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April 11, 2018

Study: Unexpected medication could help smokers fight nicotine withdrawal symptoms

Research Smoking
smoking cigarette PA Images/SIPA USA

A man smoking a cigarette.

It’s not easy for regular smokers to give up the addiction, though new research suggests one solution to combat withdrawal symptoms could lie in an unexpected treatment.

Researchers from Johns Hopkins Medicine and the Perelman School of Medicine at the University of Pennsylvania found a connection between Metformin, a medication typically used for diabetes, and reducing the symptoms of nicotine withdrawal, according to Penn Medicine News.

In addition to diabetes, Metformin previously has been shown to help with the treatment of dementia and some cancers.

In a study recently published in the Proceedings of the National Academy of Sciences, researchers tested Metformin on mice, who exhibited reduced nicotine withdrawal symptoms after taking the medicine. In humans, those symptoms include sweating, nausea, cravings, depression, and anxiety, among others.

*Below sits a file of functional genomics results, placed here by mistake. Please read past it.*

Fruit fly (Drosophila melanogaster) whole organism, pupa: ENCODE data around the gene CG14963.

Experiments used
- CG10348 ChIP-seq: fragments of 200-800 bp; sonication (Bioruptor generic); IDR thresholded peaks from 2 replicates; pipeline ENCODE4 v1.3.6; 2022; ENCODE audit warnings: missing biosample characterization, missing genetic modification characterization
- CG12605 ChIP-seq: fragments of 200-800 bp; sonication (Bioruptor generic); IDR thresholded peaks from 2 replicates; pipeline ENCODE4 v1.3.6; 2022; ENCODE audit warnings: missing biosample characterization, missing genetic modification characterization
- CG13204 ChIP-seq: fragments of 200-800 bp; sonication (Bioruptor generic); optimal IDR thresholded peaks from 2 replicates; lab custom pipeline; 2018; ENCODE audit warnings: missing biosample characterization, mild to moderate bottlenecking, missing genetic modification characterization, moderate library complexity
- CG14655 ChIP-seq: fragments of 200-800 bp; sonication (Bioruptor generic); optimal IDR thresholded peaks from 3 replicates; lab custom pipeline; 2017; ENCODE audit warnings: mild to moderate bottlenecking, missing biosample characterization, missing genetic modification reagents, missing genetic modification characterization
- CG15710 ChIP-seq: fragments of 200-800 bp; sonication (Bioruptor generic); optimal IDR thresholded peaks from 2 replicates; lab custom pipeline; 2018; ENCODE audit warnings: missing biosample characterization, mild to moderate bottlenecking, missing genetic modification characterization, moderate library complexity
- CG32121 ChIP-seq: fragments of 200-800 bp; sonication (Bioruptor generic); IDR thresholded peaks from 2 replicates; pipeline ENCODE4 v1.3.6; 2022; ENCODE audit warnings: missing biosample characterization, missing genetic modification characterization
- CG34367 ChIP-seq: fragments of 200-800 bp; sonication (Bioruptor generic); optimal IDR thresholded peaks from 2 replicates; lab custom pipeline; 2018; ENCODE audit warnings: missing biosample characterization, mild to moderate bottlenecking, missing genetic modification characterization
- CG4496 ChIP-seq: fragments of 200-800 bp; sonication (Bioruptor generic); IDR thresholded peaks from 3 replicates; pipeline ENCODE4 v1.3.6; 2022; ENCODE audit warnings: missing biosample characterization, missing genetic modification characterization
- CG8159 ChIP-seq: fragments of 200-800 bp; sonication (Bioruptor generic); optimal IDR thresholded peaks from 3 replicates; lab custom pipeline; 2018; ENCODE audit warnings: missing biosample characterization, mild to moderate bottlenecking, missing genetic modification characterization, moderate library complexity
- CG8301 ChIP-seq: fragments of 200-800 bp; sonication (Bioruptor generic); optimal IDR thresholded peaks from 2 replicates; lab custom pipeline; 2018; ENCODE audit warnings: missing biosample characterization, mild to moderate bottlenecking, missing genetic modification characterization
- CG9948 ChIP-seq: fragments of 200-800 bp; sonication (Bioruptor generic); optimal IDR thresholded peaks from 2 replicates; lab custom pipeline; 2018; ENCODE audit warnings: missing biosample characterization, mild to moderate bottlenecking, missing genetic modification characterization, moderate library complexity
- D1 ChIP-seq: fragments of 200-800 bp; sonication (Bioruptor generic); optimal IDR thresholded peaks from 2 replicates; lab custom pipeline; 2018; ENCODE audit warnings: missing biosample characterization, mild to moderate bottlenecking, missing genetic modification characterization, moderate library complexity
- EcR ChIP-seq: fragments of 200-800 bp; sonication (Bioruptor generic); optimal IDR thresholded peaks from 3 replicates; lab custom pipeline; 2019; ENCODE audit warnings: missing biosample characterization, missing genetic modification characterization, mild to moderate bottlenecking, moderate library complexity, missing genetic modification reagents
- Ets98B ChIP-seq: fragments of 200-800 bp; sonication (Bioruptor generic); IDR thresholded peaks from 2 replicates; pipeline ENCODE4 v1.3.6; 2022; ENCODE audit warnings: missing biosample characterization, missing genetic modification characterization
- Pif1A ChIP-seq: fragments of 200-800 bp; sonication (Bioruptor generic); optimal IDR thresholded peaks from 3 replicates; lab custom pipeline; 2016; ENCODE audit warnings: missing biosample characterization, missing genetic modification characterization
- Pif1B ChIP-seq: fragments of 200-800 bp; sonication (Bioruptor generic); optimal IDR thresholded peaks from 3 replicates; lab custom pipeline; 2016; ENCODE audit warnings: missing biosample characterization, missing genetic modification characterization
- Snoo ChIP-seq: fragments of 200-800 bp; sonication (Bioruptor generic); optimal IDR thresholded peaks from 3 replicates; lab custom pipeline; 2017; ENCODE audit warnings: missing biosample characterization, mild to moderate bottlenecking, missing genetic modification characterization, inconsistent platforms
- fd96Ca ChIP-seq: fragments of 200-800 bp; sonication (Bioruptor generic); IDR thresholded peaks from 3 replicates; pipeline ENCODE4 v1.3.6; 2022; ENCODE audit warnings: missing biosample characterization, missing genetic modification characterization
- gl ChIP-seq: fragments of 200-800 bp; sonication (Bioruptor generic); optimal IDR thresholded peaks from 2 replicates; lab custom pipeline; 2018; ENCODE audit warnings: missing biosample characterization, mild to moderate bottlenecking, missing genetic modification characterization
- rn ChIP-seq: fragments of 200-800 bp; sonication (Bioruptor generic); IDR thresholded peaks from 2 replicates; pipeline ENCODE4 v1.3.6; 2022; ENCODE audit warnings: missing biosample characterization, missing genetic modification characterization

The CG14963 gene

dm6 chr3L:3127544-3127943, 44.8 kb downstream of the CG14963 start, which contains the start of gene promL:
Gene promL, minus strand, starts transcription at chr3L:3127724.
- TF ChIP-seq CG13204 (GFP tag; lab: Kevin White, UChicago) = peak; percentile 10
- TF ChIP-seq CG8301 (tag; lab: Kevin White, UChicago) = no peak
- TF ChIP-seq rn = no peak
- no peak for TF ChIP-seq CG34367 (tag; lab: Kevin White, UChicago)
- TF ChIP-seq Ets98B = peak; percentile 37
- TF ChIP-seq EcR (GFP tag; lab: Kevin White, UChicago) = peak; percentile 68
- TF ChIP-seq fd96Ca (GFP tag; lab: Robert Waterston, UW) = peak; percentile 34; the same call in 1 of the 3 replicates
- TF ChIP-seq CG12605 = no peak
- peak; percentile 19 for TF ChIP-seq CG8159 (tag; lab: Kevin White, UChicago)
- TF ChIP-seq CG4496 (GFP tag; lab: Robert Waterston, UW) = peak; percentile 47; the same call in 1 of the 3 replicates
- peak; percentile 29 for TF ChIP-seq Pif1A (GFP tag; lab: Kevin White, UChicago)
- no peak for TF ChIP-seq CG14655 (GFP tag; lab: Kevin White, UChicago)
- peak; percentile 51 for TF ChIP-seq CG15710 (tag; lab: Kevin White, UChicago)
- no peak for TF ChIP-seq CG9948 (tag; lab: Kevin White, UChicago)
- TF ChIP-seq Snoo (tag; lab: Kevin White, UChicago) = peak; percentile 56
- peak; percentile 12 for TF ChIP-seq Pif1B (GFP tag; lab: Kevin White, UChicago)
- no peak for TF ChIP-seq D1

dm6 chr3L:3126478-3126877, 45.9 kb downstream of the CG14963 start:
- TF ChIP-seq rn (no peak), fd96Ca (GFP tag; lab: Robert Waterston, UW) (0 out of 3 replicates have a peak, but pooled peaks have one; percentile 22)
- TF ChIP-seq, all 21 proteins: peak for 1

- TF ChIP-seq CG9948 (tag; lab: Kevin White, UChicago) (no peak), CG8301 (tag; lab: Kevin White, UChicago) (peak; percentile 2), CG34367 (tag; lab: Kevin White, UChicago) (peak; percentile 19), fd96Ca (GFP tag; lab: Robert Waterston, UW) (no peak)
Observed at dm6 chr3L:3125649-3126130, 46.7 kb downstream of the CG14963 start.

The study specifically measured anxiety in the mice, measured by two behavior tasks designed to trigger the animals and conflict with their natural tendencies.

Moving forward, clinical researchers are studying the effects of Metformin on smokers to see if withdrawal symptoms, specifically negative mood and cognitive deficits, are reduced with use of the drug. If those results are positive, a larger study will take place.

"Cigarette smoking is the leading cause of preventable disease and death in the United States, with more persons dying from nicotine addiction than any other preventable cause of death," the study abstract reads. 

"Even though smoking cessation incurs multiple health benefits, the abstinence rate remains low with current medications." 

Check out the full report here.